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Sarah Palin becomes queen of America's anti-government protestors

TaxedEnoughAlready The Tea Party protests took part across the USA last year in protest at Barack Obama's expansion of the federal government. Invoking the Boston Tea Party the modern day protestors claim they are Taxed Enough Already. Mainstream media organisations have attempted to paint the Tea Party movement as a movement of nutters - drawing attention to some of the (many) fringe characters who have attached themselves to events.

For Mark Halperin there are enormous similarities between Sarah Palin and the Tea Party movement:

  • Both scare the heck out of a Republican Establishment that is afraid to be critical of either of them in public (but savages them in private.)
  • Both "stand for" hazy opposition to big government, with no specifics on how they would do things differently (or effectively.)
  • Both have far less support in the country at large than a gullible Old Media seems to understand or suggest.
  • Both are the subject of endless fascination by cable TV.
  • Both have the potential to ensure Barack Obama's re-election.
  • Both have energetic supporters whose passion dwarfs anything else in American politics today.

More similarities here.

There is a continuum, however, from those nutty fringes (where Obama is compared to Hitler)... to the mainstream of the Tea Party movement (TPM) and its very high energy levels (it organised the conservative movement's largest ever demonstration in Washington DC in September 2009)... and then to the less energised but still angry middle America that, in Massachusetts, voted for Scott Brown in protest at Barack Obama's activist expansion of government and public borrowing.

Much of the Republican establishment nonetheless fears the TPM. The movement has, for example, backed Florida House Speaker Marco Rubio against fellow Republican and incumbent state governor, Charlie Crist (R) in the Republican Senate primary. The TPM wants top create a purer, more anti-government Republican Party but the party establishment fears that a too ideological party will upset moderates. The movement then intends to pour its resources into the campaigns of approved Republicans. The 'Enduring Liberty Corporation', an offshoot of the movement, aims to raise $10m in support of 'friends of the TPM'.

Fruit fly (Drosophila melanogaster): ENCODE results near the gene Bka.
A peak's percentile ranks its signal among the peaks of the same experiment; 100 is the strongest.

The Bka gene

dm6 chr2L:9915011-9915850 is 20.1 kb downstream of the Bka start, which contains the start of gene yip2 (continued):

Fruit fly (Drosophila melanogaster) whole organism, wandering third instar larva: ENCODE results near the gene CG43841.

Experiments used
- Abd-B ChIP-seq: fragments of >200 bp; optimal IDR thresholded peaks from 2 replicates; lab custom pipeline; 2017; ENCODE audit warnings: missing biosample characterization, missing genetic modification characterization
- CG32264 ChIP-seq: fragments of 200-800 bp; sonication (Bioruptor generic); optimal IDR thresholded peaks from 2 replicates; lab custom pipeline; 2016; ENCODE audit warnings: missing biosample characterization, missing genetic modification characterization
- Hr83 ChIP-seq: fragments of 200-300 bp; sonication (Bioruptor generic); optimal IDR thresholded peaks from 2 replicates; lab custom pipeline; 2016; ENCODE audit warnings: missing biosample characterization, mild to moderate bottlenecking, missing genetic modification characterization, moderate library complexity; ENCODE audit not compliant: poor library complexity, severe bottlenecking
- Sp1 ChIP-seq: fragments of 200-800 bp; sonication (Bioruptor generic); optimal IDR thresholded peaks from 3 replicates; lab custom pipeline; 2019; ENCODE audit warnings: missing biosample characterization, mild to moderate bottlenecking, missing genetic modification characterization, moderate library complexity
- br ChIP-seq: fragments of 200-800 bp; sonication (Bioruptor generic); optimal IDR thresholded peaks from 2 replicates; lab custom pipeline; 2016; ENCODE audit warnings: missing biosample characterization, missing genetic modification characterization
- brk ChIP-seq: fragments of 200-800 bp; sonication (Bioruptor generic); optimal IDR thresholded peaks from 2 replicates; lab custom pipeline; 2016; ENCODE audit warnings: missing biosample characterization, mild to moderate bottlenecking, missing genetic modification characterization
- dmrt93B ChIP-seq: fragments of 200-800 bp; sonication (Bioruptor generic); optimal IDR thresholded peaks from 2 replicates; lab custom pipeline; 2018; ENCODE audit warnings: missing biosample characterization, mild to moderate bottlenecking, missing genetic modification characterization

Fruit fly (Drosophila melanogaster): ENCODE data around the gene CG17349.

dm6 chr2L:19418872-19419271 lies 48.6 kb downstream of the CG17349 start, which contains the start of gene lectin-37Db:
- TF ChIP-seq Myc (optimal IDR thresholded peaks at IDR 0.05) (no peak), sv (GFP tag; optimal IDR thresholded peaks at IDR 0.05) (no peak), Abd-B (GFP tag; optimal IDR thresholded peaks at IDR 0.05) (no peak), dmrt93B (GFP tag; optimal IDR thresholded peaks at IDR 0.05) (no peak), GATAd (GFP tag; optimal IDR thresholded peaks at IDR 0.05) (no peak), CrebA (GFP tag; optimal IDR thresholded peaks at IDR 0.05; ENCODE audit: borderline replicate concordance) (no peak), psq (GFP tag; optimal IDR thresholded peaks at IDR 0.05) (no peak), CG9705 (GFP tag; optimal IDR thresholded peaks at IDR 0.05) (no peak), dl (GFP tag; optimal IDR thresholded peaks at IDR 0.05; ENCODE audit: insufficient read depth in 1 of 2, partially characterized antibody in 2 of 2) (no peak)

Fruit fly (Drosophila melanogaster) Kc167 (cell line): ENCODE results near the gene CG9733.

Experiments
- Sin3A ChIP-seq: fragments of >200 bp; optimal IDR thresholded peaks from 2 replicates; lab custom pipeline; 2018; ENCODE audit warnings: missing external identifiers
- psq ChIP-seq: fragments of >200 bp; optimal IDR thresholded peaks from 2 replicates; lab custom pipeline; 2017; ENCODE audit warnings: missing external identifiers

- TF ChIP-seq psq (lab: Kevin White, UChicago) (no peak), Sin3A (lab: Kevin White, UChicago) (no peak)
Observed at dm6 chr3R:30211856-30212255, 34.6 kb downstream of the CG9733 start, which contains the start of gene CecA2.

Sarah Palin is encouraging the Republican Party to embrace the movement. She gave the keynote address to the National Tea Party Convention on Saturday night, in Nashville. She spoke to 1,100 people who had each paid $350 for their seat. She said that America was “ready for another revolution,”. She got the warmest response from her audience when she attacked Obama. “How’s that hopey-changey stuff working out for you?,” was one of her best-received lines. Her speech never became personally negative, however. Her strongest line being to describe the President as that “charismatic guy with a teleprompter.” For FrumForum her "speech was a color-by-numbers affair that read like it was a paragraph-by-paragraph summary of a stack of Wall Street Journal editorials." In summary: "Drill for more oil. Don’t criminalize the war on terror. Lobbyists in Obama’s White House. Nationalize the healthcare insurance market. Stand by Israel. Don’t apologize for America." But as The Weekly Standard notes, she didn't just crowd please: "Palin started off with a concentrated attack on the Obama administration's national security policies--not an issue for which the Tea Partiers are known."

It's easy to write the TPM off but there are signs of maturity. Within the 600 people gathered in Nashville to sit through seminars on fundraising, blogging and other political techniques there are almost certainly individuals who will either help the Tea Party movement to succeed or who, in the years to come, will nurture other conservative movements.


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